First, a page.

Decoding The Indian Political Marketing Strategies

The first time voter is young, idealistic and seeks a concrete motivation before he casts his vote. Speaking of which, there is not a single political party in the country left behind

Consumerism has been prevalent since a long time, in all the sectors, around the globe, including politics.

The primary aim of this political marketing is to build preference and shape the public acumen. Marketing in politics is not the classic warfare we’ve seen through the years. It deals with advertising in various fields including social media and endorsements.

The first time voter is young, idealistic and seeks a concrete motivation before he casts his vote. Speaking of which, there is not a single political party in the country left behind when it comes to launching of the best marketing strategies. We take a look at a few of them.


Statue of Unity:

When BJP’s PM candidate, Narendra Modi announced the erection of world’s tallest statue in India, the whole nation beamed and looked forward to the completion of the project. They say, he brought the whole nation together. Making a statue of Shri Sardar Vallabhai Patel, whom the nation considers as the man of unity was the greatest vote alluring initiative taken by the Bharatiya Janta Party. The announcement that the Statue of Unity would be made of iron material from every house in Gujarat, is synonymous to asking voters to vote for the party who connects with their sentiments. Tribute, Tourism and Vote go hand-in-hand.

Chai Pe Charcha:

What do you learn from Modi, you ask? To make a flower petal out of a thorn. When a member of opposition commented on Modi’s early life profession as a tea vendor, attempting to make it a reason for the janta to not vote for a chai walla, he took it positively, only to launch a Chai pe Charcha interaction. The interaction did not only include people present on the sets of the news channel, but from all across India over a video conference, that dealt with the current striking issues of the country.

NaMo Oratory:

When it comes to motivating the voters, to stand with he who will change the impact of inflation, women safety, poverty, job losses, and clean and good governance, I can’t really think of a better name than Narendra Modi. The oratory he has been delivering is the cornerstone of political marketing. Don’t you agree?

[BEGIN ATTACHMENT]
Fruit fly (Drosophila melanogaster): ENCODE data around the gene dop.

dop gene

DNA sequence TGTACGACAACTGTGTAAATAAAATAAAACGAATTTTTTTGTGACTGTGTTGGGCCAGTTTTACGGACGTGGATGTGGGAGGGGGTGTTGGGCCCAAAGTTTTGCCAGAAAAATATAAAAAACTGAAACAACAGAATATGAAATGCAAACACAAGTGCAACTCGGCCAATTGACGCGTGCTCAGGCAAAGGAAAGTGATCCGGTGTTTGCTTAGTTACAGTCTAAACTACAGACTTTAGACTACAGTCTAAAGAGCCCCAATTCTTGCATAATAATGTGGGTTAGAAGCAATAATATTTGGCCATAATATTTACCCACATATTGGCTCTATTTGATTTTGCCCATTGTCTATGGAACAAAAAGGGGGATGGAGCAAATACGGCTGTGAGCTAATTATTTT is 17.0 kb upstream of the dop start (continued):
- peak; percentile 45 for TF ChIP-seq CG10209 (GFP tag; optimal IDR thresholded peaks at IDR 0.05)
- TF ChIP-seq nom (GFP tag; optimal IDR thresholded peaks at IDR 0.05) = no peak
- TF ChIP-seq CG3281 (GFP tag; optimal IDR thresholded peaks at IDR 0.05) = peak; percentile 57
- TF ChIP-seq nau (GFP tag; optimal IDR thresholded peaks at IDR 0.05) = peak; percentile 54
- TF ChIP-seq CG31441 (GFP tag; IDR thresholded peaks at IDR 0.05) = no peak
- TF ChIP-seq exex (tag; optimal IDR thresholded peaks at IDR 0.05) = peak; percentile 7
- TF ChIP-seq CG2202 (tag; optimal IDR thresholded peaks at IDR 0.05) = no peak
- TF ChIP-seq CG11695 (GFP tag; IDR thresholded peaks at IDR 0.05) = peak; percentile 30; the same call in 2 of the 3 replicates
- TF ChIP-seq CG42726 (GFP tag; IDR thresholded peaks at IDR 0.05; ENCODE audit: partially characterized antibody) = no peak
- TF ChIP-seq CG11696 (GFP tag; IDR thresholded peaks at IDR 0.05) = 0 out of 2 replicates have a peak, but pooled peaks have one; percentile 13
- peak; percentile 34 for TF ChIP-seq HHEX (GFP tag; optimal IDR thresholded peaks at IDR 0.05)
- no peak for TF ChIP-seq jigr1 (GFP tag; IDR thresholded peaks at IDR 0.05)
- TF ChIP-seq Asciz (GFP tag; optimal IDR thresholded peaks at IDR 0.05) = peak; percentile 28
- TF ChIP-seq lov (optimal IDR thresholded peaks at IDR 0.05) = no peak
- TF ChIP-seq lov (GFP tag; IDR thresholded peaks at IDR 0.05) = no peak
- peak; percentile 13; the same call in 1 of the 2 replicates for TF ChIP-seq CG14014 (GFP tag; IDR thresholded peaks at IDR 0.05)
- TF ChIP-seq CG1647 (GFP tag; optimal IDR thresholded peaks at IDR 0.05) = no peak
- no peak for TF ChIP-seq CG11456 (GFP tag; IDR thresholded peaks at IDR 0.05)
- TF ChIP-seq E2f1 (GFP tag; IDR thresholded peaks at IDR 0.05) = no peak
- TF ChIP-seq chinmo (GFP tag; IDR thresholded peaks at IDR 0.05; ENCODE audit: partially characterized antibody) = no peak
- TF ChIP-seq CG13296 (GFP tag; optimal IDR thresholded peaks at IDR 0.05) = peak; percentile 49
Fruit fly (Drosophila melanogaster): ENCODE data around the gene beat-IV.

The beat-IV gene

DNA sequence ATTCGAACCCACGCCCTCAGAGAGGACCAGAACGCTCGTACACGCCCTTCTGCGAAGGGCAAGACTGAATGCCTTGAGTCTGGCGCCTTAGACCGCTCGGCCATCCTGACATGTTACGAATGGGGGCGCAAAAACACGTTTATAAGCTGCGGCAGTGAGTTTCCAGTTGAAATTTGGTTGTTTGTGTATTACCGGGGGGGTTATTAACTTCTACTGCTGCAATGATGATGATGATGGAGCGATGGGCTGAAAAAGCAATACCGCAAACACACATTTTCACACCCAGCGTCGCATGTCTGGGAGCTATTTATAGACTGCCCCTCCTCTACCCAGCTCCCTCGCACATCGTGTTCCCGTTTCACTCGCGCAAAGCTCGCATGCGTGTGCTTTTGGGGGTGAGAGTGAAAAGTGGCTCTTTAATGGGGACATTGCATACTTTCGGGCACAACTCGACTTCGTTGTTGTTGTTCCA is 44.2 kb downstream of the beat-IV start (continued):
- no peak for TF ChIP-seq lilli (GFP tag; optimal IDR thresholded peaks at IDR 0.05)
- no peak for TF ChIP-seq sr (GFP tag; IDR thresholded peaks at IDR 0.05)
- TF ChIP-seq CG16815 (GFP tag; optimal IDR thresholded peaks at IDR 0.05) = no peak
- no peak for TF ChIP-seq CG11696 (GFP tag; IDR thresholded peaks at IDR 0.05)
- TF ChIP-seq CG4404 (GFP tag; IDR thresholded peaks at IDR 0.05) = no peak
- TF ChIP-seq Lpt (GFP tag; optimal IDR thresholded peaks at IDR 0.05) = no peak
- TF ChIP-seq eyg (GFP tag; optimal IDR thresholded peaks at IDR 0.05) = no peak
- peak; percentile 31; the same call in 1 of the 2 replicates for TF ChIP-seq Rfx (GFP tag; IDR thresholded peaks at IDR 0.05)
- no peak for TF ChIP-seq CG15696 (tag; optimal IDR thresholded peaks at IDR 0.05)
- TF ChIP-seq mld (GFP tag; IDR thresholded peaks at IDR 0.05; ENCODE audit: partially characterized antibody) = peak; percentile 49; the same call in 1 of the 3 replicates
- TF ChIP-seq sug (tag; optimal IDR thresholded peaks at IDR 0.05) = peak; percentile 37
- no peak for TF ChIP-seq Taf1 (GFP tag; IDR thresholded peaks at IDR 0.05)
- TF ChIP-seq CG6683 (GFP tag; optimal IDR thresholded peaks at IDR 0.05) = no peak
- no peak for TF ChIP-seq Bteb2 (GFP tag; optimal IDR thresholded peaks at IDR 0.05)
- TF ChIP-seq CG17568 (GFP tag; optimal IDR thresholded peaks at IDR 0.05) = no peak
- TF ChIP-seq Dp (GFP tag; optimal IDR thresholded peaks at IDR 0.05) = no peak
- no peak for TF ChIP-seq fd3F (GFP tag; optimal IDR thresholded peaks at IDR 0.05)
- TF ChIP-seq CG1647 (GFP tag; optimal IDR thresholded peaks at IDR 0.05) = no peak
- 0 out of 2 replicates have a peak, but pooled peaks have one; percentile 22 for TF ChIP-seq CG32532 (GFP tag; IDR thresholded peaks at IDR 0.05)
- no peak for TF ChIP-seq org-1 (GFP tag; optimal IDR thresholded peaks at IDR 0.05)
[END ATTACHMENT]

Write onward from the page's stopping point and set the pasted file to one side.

Need we say more about their marketing strategies?


They unleashed their teams on TV, digital and manual prints, and social media. Just a SOP(Statement of Purpose) will not work as a reason for people to vote. While they attempted to touch the issues of poverty and increasing costs with the introduction of food bill and RTI, young voters who form a major percentage of votes, still felt the lack of administration and motivation. Where the party has given the nation, a PM who is camera shy, the vice president, whose education took place abroad, when asked about the basic issues that concerns the country on a huge level, came up with random and not-at-all-related-to-the-question answers, only to strengthen people’s view about Congress. Even the television ads did not work for them.

Legacy might have worked in times of good governance, Dear Congress. Expecting your legacy, to work time and again, is something you should come out of.


 They gave no media ads, no digital or manual prints, no statues or interactions on a large level, yet they succeeded in replacing Congress from Delhi. The Aam Aadmi Party, as name suggests, does not believe in paid marketing and hence sticks to videos (to be found on Youtube), which sees the founder talk about topics he’s been taunted for.

The Only Option

It has always been said that politics is a dirty game. But it is the public who has to suffer, time and again. The parties aren’t very different from each other. It’s just that the voters are expected to choose and vote for the one with lesser dirt on its side.

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